HTC came under fire last year for making the
One M9 too similar to the One M8. In 2016 we have a different name:
HTC 10, and a new design. But is it enough to turn around HTC’s fortunes? We’ll have to wait and see, but for now we’ll compare the two
phones so you can see what’s changed, what’s new and what’s different.
HTC One M9 vs HTC 10: Price
When the One M9 launched in March 2015 it cost £579. The HTC 10 is roughly the same at
£569.99 from HTC’s website
Now, of course, you can buy the One M9 for a lot less: around £350 unlocked. However, there are better phones to be had for that sort of money – see our
best phones chart for details.
One M9 vs One M8 comparison.
HTC One M9 vs HTC 10: Design
Looks are a subjective thing. Some people like the HTC 10, others don’t. There’s no denying that it has lost the signature HTC ‘look’ at the front – some have even said it’s ugly.
In the UK, there’s a choice of grey (black), silver or gold. These are similar to the One M9, but the older phone was also available in pink.
(For more great photos, see
HTC 10 in pictures.)
From the back, the exaggerated chamfers make it stand out and this is the only place you’ll find an HTC logo.
The headphone socket has moved from the bottom to the top and the IR blaster has gone – a big deal for some people and irrelevant for others.
In terms of build, the 10 has a similar aluminium unibody to the One M9 which makes it strong and sturdy.
One M9: 145x70x9.6mm, 157g
HTC 10: 146x72x9mm, 161g
Weight and dimensions, then, are very similar, despite the increase in screen size, which we come to now.
HTC One M9 vs HTC 10: Screen
Display technology hasn’t changed: the 10 still uses an IPS LCD screen, but the size and resolution has:
One M9: 5.0in, 1920×1080, 441ppi
HTC 10: 5.2in 2560×1440, 564ppi
After HTC switched to AMOLED for the A9, many thought it would use this technology for the HTC 10 flagship, but it has stuck with IPS.
HTC One M9 vs HTC 10: Storage
On the face of it, not much has changed in the storage department. However, the HTC 10 supports adoptable storage (an Android Marshmallow feature) which means that the phone doesn’t distinguish between the 32GB of internal storage and the microSD card. There isn’t much chance of you popping in a 2TB card, though, since they still don’t exist. The current largest is SanDisk’s 200GB microSD card.
One M9: 32GB, microSD up to 2TB
HTC 10: 32GB, microSD up to 2TB
There are 64GB versions of the HTC 10, but these will be hard to find in the UK and US.
HTC One M9 vs HTC 10: Processor and RAM
The processor update is naturally one of the biggest upgrades. The Snapdragon 810 was noteworthy for its problems: overheating and throttling in the One M9. Qualcomm even launched revised versions, the v2 and v2.1 (the latter of which went into the Google Nexus 6P).
What’s interesting about the 820 is that it’s a quad-core chip, not octa-core like the 810. Qualcomm says this won’t adversely affect performance since hardly any Android apps were optimised to use eight processor cores anyway. The 820 runs at 2.2GHz, so each of the four cores runs 200MHz faster than the old chip, too.
One M9: Snapdragon 810, 3GB RAM
HTC 10: Snapdragon 820, 4GB RAM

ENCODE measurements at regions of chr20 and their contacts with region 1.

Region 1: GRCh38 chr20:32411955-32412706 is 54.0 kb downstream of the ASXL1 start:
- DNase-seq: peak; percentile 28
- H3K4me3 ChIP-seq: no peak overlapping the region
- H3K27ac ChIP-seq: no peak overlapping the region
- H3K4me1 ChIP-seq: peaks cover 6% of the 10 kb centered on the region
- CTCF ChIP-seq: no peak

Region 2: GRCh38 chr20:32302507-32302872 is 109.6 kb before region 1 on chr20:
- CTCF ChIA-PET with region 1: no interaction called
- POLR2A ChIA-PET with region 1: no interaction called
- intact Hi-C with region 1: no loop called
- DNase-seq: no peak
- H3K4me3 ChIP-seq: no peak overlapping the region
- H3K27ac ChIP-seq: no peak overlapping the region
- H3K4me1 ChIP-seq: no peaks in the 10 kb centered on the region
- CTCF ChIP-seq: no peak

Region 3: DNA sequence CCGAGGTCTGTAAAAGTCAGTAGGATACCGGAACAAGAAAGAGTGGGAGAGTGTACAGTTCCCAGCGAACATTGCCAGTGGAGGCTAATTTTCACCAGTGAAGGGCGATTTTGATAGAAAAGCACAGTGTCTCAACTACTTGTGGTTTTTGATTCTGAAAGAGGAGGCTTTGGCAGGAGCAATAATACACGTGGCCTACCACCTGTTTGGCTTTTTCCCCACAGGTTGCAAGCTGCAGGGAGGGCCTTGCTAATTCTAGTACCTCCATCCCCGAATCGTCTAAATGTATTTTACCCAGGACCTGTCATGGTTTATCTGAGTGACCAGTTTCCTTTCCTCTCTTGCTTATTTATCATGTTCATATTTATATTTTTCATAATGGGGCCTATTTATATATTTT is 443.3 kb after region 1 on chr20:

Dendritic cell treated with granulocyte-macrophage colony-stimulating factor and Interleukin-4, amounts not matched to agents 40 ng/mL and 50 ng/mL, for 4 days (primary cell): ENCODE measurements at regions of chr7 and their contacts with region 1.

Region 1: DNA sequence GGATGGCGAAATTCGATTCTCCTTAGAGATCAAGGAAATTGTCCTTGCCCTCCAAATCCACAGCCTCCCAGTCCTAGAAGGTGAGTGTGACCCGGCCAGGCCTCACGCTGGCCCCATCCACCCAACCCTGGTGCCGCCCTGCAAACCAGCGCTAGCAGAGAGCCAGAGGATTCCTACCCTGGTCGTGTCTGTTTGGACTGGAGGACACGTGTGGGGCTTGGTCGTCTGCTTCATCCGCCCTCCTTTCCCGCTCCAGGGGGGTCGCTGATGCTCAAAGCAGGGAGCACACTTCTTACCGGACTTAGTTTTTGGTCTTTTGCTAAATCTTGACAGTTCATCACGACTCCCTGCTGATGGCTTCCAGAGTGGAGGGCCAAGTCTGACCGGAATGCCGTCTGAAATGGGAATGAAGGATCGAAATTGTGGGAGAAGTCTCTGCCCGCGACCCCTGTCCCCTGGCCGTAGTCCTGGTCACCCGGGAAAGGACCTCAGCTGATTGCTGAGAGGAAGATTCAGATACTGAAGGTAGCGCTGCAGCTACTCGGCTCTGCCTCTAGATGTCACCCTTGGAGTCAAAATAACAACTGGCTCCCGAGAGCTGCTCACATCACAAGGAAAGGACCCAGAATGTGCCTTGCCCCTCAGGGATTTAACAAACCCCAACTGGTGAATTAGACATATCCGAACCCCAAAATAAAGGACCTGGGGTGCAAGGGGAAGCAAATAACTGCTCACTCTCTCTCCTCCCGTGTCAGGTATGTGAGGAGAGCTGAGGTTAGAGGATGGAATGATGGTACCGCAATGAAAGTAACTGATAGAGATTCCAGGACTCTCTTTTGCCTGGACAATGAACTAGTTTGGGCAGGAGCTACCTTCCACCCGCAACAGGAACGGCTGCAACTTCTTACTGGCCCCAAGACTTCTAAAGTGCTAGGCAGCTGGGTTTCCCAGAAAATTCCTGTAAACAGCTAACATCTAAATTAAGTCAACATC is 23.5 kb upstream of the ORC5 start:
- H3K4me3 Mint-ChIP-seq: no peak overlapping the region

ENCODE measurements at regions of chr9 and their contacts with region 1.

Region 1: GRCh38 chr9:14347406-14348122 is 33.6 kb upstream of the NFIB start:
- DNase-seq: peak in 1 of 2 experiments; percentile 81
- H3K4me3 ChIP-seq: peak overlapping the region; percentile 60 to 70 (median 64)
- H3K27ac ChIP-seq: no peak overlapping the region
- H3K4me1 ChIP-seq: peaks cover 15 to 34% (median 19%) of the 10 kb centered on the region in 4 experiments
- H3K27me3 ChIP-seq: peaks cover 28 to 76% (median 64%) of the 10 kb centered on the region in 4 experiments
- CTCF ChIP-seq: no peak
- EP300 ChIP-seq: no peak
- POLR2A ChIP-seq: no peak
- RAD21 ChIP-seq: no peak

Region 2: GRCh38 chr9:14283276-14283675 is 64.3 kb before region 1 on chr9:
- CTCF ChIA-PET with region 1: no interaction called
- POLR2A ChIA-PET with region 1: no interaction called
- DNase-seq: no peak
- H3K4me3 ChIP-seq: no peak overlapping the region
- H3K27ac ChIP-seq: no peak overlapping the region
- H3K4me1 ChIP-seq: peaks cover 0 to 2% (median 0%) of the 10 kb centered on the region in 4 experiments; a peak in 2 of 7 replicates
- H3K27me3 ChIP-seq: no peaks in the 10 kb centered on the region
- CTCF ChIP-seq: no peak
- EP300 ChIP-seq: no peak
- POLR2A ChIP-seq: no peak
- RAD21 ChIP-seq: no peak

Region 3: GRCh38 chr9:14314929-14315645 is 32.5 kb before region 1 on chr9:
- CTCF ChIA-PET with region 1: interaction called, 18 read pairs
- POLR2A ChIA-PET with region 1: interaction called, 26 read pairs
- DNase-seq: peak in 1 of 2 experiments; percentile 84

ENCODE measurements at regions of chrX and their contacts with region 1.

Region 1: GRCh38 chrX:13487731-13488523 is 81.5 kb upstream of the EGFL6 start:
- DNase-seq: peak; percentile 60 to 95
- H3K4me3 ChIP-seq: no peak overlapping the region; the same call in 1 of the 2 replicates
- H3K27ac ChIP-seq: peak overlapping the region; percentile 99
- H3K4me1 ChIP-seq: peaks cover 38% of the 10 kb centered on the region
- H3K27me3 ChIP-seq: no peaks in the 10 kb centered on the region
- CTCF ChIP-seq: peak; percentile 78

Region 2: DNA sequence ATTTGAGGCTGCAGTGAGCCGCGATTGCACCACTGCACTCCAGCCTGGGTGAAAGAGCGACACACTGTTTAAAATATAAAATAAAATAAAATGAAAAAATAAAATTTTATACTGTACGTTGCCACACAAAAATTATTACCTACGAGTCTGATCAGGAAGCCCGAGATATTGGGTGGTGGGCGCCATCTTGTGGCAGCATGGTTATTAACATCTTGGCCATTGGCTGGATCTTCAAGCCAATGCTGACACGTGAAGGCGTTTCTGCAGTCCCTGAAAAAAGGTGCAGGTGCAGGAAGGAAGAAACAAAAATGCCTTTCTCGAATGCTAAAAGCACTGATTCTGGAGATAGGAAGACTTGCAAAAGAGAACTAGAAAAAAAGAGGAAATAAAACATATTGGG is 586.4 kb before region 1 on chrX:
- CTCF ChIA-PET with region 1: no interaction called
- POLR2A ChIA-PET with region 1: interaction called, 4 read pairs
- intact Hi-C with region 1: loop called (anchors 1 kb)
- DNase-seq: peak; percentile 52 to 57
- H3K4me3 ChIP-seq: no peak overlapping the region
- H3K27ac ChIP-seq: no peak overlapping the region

HTC One M9 vs HTC 10: Hardware and connectivity
Gone is the infrared port, but added is a new physical home button with integrated fingerprint scanner and capacitive keys (much like Samsung’s phones). Bluetooth and LTE get updated, too.
One M9: On-screen keys, infrared port, 802.11ac Wi-Fi, Bluetooth 4.1 (aptX), NFC, Cat 6 LTE
HTC 10: Fingerprint scanner, capacitive keys, 802.11ac Wi-Fi, Bluetooth 4.2 (aptX), Cat 9 LTE
HTC One M9 vs HTC 10: Battery and charging
Battery capacity has increased by a few percent, but the HTC 10 gets the latest version of Quick Charge and also moves from microUSB to USB-C. The latter has a reversible cable so it doesn’t matter which way you plug it in.
In the box is a USB A to C cable, so you can use it for charging and data transfers to a computer. Quick Charge 3.0 means 0-50 percent in just half an hour using the charger included in the box.
One M9: 2,840mAh, Quick Charge 2.0, microUSB
HTC 10: 3,000mAh, Quick Charge 3.0, USB-C
HTC One M9 vs HTC 10: Cameras
As a ‘world first’ the HTC 10 has optical stabilisation for both front and rear cameras. The new phone also gains laser focus, has a bigger aperture and also bigger pixels – 1.55um against 1.2um for the One M9. This means more light falls on each pixel and improves low-light photography. Interestingly, Apple has gone the other way with the 6S, increasing megapixels and decreasing pixel size.
To clarify, the One M9 had no optical stabilisation at all on either camera.
One M9: 20Mp + 4Mp; f/2.2 aperture (rear)
HTC 10: 12Mp + 5Mp; f/1.8 aperture (rear)
HTC One M9 vs HTC 10: Audio
The other notable change in the HTC 10 is the lack of front-facing stereo speakers. It still has ‘BoomSound’ though. The bottom-firing speaker works like a woofer, while the top speaker (which is front-facing) acts like a tweeter. It’s an interesting effect and sounds pretty good if you’re listening to music.
But if you’re watching a video and holding the phone landscape, your left ear gets the highs and your right doesn’t which makes it feel like you’re not hearing properly in your right ear.
Overall, the M9 had better sound from its speakers for watching videos.
Internally, though, the HTC 10 gets a headphone amp and support for Hi-Res audio. Plus, you get Hi-Res certified headphones in the box.
HTC 10: Specs
- Android 6.0 Marshmallow with HTC Sense
- 5.2in Quad HD screen (1440×2160)
- Qualcomm Snapdragon 820 processor, 64-bit, quad-core
- 4GB RAM
- 32GB storage
- Micro-SD card slot (up to 2TB)
- 12Mp UltraPixel rear camera with laser auto focus, OIS and dual-tone flash
- 5Mp UltraSelfie front camera with OIS
- dual-band 11ac Wi-Fi
- Bluetooth 4.2
- Fingerprint scanner
- USB Type-C
- BoomSound Hi-Fi Edition
- Hi-Res certified
- Non-removable 3000mAh battery with Quick Charge 3.0